Alnylam, Sanofi flag another promising step forward for PhIII hemophilia drug
Alnylam $ALNY and its partners at Sanofi $SNY say their hemophilia drug fitusiran has taken a promising step forward in the clinic, clearing another leg of a Phase II study with continued evidence of safety and efficacy that backs its recent move into a pivotal trial.
Fitusiran was one of the key reasons why Sanofi decided to buy into Alnylam and its RNAi approach with a $700 million equity deal three years ago. And it’s also central now to Alnylam’s case to investors that its Phase III pipeline is growing with promising new meds.
Appearing at the International Society of Thrombosis and Haemostasis Congress in Berlin today, investigators noted that the 33 patients taking fitusiran passed the 11-month median mark on dosing with an annualized bleeding rate of 1 in the full group and 0 among the 11 patients who had developed inhibitors to standard therapies. Most of the patients suffered from hemophilia A, though there were also 6 hemophilia B patients in the study.
Significantly, the median annualized bleed rate was 12 in all patients pre-study, and 38 in inhibitor patients.
“We are quite encouraged,” Alnylam’s Akin Akinc – the general manager of the program – told me in a preview of today’s data update.
There was a decline in the number of patients who remained bleed-free in the study, down to 48%. But Akinc notes that isn’t unexpected.
“We are pretty pleased with that number,” he says. You should expect to see that figure trickle down, he adds, “that number will never go up.”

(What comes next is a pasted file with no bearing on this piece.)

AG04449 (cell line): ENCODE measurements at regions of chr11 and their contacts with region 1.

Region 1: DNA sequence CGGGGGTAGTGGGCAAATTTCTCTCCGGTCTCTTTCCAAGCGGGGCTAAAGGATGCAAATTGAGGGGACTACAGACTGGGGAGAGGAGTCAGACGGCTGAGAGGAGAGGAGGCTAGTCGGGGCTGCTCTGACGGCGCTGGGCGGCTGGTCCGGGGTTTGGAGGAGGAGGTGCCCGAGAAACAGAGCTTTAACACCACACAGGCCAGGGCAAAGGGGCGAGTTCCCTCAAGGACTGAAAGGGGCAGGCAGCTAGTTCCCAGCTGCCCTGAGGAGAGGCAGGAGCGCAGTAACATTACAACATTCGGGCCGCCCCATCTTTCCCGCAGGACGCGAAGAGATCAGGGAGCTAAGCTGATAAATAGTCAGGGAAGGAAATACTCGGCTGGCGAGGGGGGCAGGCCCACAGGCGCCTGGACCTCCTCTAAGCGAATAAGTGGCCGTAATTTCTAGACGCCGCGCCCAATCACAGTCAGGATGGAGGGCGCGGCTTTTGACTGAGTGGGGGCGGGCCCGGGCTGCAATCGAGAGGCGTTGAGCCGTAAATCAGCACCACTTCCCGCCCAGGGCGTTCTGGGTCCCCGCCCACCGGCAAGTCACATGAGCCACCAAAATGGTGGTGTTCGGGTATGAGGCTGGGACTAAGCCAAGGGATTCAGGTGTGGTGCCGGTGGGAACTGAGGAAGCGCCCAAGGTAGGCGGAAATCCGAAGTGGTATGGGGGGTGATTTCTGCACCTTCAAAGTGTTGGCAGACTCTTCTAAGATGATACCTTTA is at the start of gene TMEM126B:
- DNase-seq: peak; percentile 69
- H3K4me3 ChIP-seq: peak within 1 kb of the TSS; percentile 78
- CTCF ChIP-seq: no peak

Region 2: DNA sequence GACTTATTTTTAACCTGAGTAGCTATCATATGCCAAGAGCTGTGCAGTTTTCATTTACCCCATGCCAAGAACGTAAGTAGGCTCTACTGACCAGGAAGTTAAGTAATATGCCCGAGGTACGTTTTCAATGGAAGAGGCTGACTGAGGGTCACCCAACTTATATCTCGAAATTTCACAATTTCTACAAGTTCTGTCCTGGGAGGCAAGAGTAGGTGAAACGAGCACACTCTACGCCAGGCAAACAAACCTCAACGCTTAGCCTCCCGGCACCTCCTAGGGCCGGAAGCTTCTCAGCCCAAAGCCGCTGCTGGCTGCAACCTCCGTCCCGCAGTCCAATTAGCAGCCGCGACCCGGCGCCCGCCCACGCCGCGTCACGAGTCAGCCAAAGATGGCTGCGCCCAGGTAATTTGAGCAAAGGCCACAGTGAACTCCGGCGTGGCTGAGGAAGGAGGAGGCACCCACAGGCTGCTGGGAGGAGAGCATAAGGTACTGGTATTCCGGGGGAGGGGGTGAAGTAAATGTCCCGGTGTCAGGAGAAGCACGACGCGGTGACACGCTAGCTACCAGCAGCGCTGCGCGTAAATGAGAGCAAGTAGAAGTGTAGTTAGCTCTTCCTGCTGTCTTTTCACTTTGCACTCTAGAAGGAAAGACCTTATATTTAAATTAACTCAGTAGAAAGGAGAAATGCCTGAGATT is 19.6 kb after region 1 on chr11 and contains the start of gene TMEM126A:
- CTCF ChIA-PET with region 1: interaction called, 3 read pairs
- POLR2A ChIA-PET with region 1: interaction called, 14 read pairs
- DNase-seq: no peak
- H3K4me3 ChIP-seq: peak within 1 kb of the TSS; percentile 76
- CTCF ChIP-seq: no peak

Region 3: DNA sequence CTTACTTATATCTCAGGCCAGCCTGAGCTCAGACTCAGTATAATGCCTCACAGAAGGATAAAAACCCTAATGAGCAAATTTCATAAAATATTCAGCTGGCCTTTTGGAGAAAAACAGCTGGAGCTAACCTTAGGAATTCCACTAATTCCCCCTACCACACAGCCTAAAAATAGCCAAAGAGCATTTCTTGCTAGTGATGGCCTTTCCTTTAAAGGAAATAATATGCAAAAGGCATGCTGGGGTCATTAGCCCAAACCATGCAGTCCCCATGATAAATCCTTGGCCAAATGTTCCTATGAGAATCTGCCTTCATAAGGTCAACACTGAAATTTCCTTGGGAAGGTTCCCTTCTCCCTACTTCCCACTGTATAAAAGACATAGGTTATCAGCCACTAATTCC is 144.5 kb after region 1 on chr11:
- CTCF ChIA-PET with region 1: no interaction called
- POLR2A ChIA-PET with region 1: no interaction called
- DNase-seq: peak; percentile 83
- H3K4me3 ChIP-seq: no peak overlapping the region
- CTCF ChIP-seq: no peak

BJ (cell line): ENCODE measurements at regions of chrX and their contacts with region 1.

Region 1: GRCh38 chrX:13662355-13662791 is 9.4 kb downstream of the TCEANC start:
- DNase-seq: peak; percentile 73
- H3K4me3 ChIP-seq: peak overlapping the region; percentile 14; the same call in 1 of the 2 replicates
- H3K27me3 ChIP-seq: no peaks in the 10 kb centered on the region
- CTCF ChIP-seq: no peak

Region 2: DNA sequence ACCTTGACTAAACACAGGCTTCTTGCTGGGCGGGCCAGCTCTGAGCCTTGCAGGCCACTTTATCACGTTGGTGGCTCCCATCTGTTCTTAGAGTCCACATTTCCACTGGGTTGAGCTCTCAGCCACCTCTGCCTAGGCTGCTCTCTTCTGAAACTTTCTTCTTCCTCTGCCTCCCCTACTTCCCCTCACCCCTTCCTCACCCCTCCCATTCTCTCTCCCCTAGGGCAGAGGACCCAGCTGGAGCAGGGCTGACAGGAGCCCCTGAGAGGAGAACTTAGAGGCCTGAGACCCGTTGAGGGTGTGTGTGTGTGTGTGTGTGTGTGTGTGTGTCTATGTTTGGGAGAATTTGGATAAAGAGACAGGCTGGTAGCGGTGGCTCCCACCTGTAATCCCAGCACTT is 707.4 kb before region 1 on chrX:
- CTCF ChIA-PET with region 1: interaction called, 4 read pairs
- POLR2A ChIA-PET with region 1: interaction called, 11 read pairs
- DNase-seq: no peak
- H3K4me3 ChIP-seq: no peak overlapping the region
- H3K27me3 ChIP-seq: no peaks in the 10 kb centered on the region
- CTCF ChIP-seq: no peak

As investigators have already noted, there was an issue with elevated liver enzymes in the study, though Akinc says the one discontinuation that prompted was in a patient with hep C, which could have been an issue. Another patient on the drug discontinued due to seizure and confusion in a patient with seizure disorder.
I asked him about emicizumab before Shire issued its broadside against the Roche drug. But Akinc wasn’t in a critical frame of mind. He offered a “tip of the hat” to Roche on the data so far and noted that it is hard to compare drugs without a head-to-head study. That said, he added, the hemophilia community is now seeing a variety of different therapies coming through late-stage development, including among gene therapy players. And that will benefit everyone.
Alnylam and Sanofi announced on Friday that the fitusiran Phase III was getting underway. Its importance was magnified considerably after the Cambridge, MA-based biotech had to scrap its number 2 drug due to safety concerns.